Today marks the one-year anniversary of this blog – 161 posts to date. My inaugural post is below. I started what i saw today
with no real sense of direction or purpose
. I figured I’d try it for a year, see what happens. For the first several months, I posted in Dreamweaver
, with no hyperlinks, feeds or means to comment. Basically a thrice-weekly cry in the wilderness. Switching to blogging software last fall made all the difference. It’s been a great experiment, and I’ve enjoyed getting to know my visitors and other Vermont bloggers. My gratitude to those who deemed what i saw today
Anyway, for the remainder of the month, I plan to re-post lesser-known entries from my early days. For freshness’ sake, I’m avoiding any that turned into VPR
commentaries or that the devoted Vermont blogosphere champion Cathy Resmer picked for her linkdumps/weekly posts at 802online
(thanks again for the traffic boosts, Cathy). To those of you with me since the beginning, please pardon the repetition (though now you can comment about what a bullshit move you think it is). And many thanks to everyone who’s taken a few moments to visit. Stop by anytime.a woman who'd lost her way
Friday, May 5, 2006
It was a bright, sunny day, one of the first of the season. I was on lunch break, people-watching at the top of Church Street. There were no benches free, so I sat on the edge of the stone wading pool.
I heard her before I saw her, a loud, gruff voice going on about a fight. I didn’t turn my head. Before I knew it, someone had slid in next to me, our shoulders almost touching like we’d planned to meet here. She looked mid-forties and was dressed in blue hospital scrubs, white aerobics sneakers. She had thick arms and thighs, doughy face, and short greasy blond hair. For a moment, I mistook her for an orderly but I knew it was the woman that went with the voice. She was missing teeth and dried lip stick smeared the corner of her mouth. “You gotta help me out.” She asked if I had change, she needed to call some clinic. “You see I got an abortion yesterday. I’m bleeding still. Well, it was actually more like a half miscarriage, half abortion.” She took a slow draw on her cigarette, and looked around, perfectly patient for my response. I patted my pockets even though I knew I had no change.
She reeked of booze, Soviet style. My breath used to stink that bad at this hour, and issued forth my own desperate, convoluted stories, mostly to sad girlfriends. She said she’d been arrested yesterday. Then they took her to the hospital and wouldn’t let her out of til this morning. I remember being brought to the same hospital and sneaking out halfway through an alcohol intake. I wondered if she’d grabbed some scrubs from a closet and slipped off. Though they fit well. “OK, let me use your phone then,” she said, spying my cell, “I need to call that clinic, you know the one? Up there on Winooski.” I saw myself chasing her down Church Street as she ranted on my phone, maybe even slamming it on the brown paving stones. I might have to grab her by the elbow, touch her cold fleshy arm. She’d look at me like some piss-ant stranger and tell me to fuck off. I’d lose my phone. I told her I was over my minutes. She accepted this lie.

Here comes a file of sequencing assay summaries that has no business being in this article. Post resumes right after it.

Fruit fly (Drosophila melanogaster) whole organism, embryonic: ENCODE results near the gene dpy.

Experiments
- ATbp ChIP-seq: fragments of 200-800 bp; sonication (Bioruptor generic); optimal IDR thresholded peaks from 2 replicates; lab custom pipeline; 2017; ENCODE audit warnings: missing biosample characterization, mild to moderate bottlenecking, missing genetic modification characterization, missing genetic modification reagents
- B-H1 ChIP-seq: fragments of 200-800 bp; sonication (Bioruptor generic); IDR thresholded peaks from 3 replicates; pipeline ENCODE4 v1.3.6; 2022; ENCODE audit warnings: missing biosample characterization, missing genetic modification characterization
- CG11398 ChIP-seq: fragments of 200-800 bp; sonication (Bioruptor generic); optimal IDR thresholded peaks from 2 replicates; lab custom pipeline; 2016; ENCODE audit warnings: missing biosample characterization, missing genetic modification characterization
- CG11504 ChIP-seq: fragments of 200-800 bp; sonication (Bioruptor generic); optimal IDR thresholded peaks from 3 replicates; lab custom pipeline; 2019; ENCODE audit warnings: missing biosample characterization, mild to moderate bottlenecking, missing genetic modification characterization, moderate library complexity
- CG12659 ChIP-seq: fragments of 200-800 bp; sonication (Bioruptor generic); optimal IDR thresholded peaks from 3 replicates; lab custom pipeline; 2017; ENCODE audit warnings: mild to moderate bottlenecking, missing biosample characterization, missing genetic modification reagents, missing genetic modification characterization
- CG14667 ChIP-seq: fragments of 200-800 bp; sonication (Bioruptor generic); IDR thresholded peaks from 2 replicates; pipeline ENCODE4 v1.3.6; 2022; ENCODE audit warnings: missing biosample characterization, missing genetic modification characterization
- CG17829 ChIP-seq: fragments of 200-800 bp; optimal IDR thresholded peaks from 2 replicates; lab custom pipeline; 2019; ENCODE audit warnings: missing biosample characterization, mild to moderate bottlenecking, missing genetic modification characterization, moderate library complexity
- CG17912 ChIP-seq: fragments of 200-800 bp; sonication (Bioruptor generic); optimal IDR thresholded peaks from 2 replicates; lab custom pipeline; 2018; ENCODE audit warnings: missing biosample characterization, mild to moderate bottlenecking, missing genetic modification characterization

A couple Canadian tourists walked by, and she shouted at them, “Hey, you know how to get to the central clinic?” After a few tries, she turned to me, like we were in this together. “You believe it used to cost 10 cents to make phone call. A quarter? Bullshit. Thirty-five cents, fifty cents.” I suggested she go to Brooks pharmacy and ask about the clinic. “You kidding me,” she said, looking at me like I’d suggested we get married, “I can’t go in there. They threw me outta there. Three bottles of wine, you know, the guy made me get out.” People were staring. I wasn’t like her anymore, I couldn’t relate, and that scared me. The trench I’d dug between today and yesterday had been filled in deep, but nothing in there seemed of much use right now.
She stopped a guy and asked him over, a businessman without his jacket on. I wondered if he thought we were together. She told him she needed to make a call. He dug into his pants the same way I had, “Sorry, don’t have anything.” She persisted. “I gotta call that clinic, come on.” He pulled out his cell phone and flipped the cover. What’s the number? “I don’t fuckin’ know.” He told her to ask for a phonebook in a store or something, and walked off. I said I had to move on, too. I wished her luck. “But what store should I try?” she called after me. “Try Borders,” I said. From behind me, “What? A quarter? What do you mean? Oh, a bar? Yeah, OK, I’ll try a bar.” I didn’t look back but pictured her staggering into Halversons, and wondered what the lunch hour crowd would make of her. I was ashamed for us both. I wish I knew her name.